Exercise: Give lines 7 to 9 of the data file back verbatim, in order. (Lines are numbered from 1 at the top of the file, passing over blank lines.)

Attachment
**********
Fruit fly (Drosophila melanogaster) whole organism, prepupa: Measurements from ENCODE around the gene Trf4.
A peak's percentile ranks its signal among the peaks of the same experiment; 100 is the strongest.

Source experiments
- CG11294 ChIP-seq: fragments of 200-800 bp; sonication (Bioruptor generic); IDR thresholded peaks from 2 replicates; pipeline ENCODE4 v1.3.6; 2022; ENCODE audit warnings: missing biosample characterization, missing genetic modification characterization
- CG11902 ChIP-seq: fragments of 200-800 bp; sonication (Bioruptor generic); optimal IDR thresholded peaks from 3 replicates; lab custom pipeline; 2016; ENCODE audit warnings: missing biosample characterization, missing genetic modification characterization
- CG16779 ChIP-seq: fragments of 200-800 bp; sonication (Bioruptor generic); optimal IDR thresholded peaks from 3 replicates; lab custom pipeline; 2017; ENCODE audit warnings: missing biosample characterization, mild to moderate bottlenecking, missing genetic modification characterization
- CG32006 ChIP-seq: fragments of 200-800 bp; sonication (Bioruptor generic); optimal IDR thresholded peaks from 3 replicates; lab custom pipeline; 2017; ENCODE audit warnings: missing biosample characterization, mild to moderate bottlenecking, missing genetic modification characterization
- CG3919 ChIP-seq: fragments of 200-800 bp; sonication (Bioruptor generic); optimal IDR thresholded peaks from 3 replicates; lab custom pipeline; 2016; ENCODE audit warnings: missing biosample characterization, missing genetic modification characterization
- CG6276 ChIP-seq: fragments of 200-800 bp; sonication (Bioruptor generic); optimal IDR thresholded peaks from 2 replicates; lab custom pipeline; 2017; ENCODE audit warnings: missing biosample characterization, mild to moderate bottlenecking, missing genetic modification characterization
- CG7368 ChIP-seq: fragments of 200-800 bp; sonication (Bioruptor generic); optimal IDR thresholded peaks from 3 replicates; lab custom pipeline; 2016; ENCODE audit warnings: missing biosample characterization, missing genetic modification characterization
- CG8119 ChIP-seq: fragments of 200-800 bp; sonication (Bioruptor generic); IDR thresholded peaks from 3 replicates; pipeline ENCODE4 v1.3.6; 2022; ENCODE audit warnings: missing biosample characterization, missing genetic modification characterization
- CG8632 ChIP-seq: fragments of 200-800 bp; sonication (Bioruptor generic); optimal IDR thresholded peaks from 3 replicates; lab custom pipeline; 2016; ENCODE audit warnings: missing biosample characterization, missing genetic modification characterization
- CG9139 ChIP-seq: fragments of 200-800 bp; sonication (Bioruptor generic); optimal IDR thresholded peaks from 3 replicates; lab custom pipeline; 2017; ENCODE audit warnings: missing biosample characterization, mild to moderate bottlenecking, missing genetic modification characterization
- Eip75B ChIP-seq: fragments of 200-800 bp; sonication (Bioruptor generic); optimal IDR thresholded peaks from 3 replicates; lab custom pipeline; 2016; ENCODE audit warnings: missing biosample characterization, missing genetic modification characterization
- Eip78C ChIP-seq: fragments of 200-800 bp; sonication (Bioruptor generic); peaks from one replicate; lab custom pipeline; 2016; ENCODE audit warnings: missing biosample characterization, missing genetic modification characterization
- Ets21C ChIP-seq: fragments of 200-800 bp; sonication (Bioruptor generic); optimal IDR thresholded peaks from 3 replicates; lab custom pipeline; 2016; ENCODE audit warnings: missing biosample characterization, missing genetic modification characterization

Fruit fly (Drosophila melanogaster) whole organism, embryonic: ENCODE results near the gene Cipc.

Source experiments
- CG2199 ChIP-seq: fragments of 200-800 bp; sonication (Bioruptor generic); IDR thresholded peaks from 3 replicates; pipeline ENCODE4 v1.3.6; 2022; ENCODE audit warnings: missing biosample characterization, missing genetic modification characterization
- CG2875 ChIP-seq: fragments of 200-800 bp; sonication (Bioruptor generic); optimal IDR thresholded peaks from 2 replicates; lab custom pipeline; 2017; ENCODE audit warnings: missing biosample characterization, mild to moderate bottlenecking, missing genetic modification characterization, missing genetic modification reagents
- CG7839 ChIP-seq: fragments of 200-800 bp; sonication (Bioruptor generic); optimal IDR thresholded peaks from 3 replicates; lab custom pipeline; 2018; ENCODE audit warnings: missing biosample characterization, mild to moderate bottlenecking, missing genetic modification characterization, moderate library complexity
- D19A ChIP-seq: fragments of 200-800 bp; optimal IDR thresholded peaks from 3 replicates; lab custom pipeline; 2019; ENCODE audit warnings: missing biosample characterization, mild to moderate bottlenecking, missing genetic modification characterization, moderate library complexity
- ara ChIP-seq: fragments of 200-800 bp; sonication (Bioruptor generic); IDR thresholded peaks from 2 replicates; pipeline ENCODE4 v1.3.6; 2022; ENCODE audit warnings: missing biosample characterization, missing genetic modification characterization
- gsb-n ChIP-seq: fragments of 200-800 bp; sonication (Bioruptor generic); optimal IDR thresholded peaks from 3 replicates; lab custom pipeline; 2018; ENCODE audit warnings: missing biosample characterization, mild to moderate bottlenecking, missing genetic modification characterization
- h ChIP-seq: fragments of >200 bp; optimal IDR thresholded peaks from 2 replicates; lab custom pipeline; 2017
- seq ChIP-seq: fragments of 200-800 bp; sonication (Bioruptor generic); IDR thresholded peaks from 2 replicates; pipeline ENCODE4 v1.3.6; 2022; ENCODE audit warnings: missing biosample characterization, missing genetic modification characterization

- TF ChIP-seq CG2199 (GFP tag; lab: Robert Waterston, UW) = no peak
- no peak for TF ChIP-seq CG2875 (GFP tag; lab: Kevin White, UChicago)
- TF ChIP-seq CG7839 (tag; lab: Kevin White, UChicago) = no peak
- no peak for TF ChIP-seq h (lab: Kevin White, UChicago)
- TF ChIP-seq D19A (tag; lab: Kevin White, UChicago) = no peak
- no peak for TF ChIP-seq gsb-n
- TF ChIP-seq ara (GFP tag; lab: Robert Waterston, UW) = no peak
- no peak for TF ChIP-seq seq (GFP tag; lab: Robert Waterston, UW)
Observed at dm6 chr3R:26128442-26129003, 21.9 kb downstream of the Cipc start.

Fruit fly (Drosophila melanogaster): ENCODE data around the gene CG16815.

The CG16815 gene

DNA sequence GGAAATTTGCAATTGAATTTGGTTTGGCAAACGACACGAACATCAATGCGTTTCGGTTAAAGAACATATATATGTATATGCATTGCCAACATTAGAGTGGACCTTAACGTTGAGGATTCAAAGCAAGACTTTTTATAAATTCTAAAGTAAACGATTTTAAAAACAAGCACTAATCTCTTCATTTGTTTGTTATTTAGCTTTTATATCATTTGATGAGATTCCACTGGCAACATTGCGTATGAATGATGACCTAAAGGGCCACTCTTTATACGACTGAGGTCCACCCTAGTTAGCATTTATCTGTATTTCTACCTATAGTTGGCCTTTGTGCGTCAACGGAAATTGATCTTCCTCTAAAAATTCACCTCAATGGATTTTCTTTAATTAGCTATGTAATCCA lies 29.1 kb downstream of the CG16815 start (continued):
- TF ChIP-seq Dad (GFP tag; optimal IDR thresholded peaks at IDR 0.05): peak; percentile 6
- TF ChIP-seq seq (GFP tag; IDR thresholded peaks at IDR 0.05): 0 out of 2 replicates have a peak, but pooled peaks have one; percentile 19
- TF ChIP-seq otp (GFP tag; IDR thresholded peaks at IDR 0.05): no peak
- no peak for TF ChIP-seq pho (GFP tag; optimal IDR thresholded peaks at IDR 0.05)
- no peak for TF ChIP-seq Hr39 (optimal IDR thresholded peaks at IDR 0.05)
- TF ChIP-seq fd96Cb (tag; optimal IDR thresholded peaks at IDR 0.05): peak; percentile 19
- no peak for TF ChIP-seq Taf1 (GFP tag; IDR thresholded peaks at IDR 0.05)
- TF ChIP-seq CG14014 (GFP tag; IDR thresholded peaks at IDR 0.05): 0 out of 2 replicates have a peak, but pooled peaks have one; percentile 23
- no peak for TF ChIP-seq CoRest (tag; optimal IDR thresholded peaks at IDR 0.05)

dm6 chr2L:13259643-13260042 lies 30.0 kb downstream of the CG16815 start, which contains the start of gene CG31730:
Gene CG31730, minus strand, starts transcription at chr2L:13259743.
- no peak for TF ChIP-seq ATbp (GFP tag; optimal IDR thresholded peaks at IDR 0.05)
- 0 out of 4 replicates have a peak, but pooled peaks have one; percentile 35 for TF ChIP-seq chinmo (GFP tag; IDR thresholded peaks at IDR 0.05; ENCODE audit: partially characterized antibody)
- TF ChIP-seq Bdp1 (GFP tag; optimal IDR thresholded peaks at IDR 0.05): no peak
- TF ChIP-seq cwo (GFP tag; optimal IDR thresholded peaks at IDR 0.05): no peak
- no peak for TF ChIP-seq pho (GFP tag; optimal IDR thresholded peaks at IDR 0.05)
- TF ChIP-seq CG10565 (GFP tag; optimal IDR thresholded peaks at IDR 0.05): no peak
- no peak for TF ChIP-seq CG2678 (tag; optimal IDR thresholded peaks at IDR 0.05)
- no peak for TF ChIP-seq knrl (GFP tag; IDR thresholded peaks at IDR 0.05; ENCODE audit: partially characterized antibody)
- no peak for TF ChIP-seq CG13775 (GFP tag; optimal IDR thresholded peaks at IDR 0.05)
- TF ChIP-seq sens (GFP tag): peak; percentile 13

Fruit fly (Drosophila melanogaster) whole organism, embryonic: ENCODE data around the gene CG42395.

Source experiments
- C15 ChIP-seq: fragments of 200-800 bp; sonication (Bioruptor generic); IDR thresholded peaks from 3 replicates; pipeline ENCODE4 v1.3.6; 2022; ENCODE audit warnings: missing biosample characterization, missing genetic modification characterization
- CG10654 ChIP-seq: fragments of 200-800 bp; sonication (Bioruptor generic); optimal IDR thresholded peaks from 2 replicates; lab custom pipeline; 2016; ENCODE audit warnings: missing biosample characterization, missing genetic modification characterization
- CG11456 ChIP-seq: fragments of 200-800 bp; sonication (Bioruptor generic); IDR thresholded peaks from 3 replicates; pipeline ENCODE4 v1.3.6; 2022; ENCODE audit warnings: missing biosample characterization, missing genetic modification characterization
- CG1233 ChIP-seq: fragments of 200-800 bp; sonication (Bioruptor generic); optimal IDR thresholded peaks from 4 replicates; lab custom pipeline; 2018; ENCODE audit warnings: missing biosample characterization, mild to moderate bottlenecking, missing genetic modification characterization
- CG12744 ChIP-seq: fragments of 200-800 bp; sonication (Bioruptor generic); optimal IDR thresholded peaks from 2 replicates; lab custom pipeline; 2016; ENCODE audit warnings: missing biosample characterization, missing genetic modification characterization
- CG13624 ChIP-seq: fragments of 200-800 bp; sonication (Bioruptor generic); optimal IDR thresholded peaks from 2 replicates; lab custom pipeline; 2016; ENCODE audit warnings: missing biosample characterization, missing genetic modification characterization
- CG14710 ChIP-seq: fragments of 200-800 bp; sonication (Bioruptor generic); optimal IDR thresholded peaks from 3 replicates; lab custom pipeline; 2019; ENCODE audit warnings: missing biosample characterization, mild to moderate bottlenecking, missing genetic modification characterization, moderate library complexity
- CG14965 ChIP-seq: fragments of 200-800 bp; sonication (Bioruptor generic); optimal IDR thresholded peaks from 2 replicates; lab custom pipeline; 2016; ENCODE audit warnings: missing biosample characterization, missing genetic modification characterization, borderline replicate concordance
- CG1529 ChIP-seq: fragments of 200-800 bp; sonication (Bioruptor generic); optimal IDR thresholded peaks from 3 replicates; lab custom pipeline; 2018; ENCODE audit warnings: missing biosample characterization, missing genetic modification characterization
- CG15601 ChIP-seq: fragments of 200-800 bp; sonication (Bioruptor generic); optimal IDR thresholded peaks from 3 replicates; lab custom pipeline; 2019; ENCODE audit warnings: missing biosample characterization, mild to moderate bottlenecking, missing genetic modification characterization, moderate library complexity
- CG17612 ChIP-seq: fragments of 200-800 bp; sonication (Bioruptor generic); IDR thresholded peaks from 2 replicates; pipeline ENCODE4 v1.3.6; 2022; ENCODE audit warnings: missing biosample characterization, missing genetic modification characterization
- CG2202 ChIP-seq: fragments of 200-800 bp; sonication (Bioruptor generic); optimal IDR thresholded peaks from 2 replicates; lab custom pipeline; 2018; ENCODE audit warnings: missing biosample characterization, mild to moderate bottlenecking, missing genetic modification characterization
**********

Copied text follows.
- CG32006 ChIP-seq: fragments of 200-800 bp; sonication (Bioruptor generic); optimal IDR thresholded peaks from 3 replicates; lab custom pipeline; 2017; ENCODE audit warnings: missing biosample characterization, mild to moderate bottlenecking, missing genetic modification characterization
- CG3919 ChIP-seq: fragments of 200-800 bp; sonication (Bioruptor generic); optimal IDR thresholded peaks from 3 replicates; lab custom pipeline; 2016; ENCODE audit warnings: missing biosample characterization, missing genetic modification characterization
- CG6276 ChIP-seq: fragments of 200-800 bp; sonication (Bioruptor generic); optimal IDR thresholded peaks from 2 replicates; lab custom pipeline; 2017; ENCODE audit warnings: missing biosample characterization, mild to moderate bottlenecking, missing genetic modification characterization